Standing firmly on the foundation of several sold-out Barnes and Noble book signings, we felt confident enough to tell the reason why we wrote a story with African American female leads. We want girls of all ethnic backgrounds to see themselves as capable, intelligent, and resourceful. Having seen our flyers and posters, and having listened to our well-crafted pitch, people have assumed that a mainstream publisher is coaching us, representing us, and marketing our work. They have no idea that we’ve written, edited, and self-published all on our own. Self-publishing is certainly a growing, and more acceptable, phenomenon among writers who have a passionate desire to share their work with an immediacy that does not typically occur when trying to sell it to an agent or publishing house. The book has been well-received, but politely rejected. Lurking in the shadows (like one of the ghosts in our book) was an unspoken question: Is there really a young adult audience for a novel with African-American leads?
One reviewer (from a mainstream publication) questioned whether it was realistic to have such “attractive” characters who had attained such a high financial status. Beyond seeing the remarks as childishly offensive, the comments begged a reciprocal question of how many reviews are written about non-minority characters that challenge the veracity of those characters’ social status, physical attractiveness, or purpose? I’ve read commentary that the fictitious Huxtable family was met with similar disclaimers when The Cosby Show was first aired, but I would have hoped that thirty years later that particular battle had been fought and won. Growing up, aside from reading African folklore, I can count on one hand the number of fantasy (or even contemporary) stories that featured people of color. As a 25-year old, I can attest that my favorite novels about African Americans involved bygone eras of slavery and segregation, and few, if any, ever described the characters as being attractive. If you think that this does not matter to a child’s development and self-esteem, then there needs to be a revisiting of the infamous psychological findings of the ‘Clark baby doll tests’ that were part of Brown v. Board of Education, that showed with alarming consistency how black children did not see themselves as worthy, smart, or beautiful. I loved reading, and of course still do, but all of the characters that were described as beautiful, interesting, and clever were not minorities whereas the characters that were struggling, suffering, and in constant trouble with the judicial system looked like me.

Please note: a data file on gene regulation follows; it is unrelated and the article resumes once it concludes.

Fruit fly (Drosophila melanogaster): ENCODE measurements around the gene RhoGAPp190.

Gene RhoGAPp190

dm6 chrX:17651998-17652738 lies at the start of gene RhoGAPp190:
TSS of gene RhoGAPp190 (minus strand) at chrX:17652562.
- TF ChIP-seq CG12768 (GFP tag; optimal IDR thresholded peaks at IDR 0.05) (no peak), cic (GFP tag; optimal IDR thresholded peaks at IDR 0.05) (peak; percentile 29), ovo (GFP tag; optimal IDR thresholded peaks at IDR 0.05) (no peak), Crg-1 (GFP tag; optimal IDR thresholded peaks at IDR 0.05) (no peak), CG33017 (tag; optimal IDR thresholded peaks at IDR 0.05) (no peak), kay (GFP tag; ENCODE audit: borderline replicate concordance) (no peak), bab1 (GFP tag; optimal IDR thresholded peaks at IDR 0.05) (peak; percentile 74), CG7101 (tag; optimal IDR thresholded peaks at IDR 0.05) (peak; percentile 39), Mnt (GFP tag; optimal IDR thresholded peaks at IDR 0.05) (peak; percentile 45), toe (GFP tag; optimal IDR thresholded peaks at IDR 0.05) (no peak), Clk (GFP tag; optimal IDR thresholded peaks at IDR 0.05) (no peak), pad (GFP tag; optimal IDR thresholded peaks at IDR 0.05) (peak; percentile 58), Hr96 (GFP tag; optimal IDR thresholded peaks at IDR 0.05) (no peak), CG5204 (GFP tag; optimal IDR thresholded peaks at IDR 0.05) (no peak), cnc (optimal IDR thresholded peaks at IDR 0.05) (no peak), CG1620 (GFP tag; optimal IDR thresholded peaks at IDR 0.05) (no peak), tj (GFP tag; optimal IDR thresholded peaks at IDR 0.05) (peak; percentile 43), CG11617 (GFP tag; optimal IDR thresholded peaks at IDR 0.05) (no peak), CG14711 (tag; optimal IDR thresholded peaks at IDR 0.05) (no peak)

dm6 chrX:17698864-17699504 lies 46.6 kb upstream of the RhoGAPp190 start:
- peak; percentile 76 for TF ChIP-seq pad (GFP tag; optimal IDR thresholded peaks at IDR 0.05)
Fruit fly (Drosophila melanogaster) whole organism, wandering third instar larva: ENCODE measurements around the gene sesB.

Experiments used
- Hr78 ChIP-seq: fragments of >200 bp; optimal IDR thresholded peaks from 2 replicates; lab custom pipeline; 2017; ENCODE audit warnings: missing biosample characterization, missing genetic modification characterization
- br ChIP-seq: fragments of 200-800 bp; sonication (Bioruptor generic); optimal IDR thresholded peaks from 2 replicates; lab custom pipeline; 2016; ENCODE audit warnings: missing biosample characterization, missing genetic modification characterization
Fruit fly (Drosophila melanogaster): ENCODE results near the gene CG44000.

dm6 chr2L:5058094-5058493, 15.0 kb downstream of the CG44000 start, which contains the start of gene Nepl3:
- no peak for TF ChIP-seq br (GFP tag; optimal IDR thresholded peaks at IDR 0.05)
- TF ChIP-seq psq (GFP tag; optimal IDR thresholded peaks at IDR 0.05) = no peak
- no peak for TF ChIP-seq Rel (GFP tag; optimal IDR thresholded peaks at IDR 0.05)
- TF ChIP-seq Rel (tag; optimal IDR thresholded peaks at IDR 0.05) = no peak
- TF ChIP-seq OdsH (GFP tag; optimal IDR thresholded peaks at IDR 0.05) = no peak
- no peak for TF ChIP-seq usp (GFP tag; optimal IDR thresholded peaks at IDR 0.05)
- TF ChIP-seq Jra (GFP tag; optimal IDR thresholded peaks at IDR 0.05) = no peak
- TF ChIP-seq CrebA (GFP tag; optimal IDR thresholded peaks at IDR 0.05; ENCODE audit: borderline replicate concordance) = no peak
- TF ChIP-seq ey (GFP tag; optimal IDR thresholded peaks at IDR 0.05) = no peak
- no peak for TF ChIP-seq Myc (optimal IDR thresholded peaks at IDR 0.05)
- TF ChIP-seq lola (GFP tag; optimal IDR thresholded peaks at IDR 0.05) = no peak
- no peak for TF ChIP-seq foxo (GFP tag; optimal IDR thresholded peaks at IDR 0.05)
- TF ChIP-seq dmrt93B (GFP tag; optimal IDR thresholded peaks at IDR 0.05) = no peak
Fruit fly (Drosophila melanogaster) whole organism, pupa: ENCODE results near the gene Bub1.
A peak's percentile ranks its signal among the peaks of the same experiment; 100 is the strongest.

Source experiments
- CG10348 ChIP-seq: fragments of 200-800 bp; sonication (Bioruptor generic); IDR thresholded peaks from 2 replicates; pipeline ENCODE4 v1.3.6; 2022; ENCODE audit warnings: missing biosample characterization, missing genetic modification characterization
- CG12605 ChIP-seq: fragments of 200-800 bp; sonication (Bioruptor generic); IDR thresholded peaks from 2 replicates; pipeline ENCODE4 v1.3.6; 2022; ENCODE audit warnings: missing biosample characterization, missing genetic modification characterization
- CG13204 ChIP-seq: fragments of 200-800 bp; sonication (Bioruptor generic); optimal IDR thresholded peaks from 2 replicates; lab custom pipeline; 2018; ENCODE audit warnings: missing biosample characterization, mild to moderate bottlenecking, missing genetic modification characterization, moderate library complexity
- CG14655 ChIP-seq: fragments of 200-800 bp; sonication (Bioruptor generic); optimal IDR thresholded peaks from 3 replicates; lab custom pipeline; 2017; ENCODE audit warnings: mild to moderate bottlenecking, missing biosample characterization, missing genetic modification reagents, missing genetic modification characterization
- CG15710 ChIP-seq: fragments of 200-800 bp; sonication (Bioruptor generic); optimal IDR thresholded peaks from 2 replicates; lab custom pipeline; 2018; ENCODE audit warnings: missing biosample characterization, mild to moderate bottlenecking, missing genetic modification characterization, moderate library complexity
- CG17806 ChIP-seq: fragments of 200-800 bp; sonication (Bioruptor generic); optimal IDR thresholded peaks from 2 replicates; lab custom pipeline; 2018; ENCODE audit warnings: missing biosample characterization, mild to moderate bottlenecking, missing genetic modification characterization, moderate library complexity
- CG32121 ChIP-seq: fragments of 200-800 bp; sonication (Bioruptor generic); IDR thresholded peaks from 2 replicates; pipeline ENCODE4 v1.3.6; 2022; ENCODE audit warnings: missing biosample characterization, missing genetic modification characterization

And that brings me to the raison d’etre for The Enchanted Cottage of Oceania series. My mother’s best friend was living abroad for work. She could rarely find American books for her then pre-teen daughter so we would send her our favorites. Nancy Drew was a regular shipment, and her daughter devoured the series. One day the mother asked us to find a similar series that featured a girl of color as the lead character. We took up the challenge and scoured our local libraries and bookstores. We enlisted help, but found absolutely nothing to satisfy her request. There were stories about growing up as the daughter of a pastor, and shelves featuring tales about growing up impoverished in urban environments or newly freed from slavery, but not one novel permitted a little girl of color to see herself on the cover of the book about a girl having a grand adventure, falling in love with a prince, or running off on a magical quest. After delivering the news, she gave us one last task. “Write it!”, she demanded. “Write the book my daughter has been waiting for.” And so we did and are on Book Four of the series.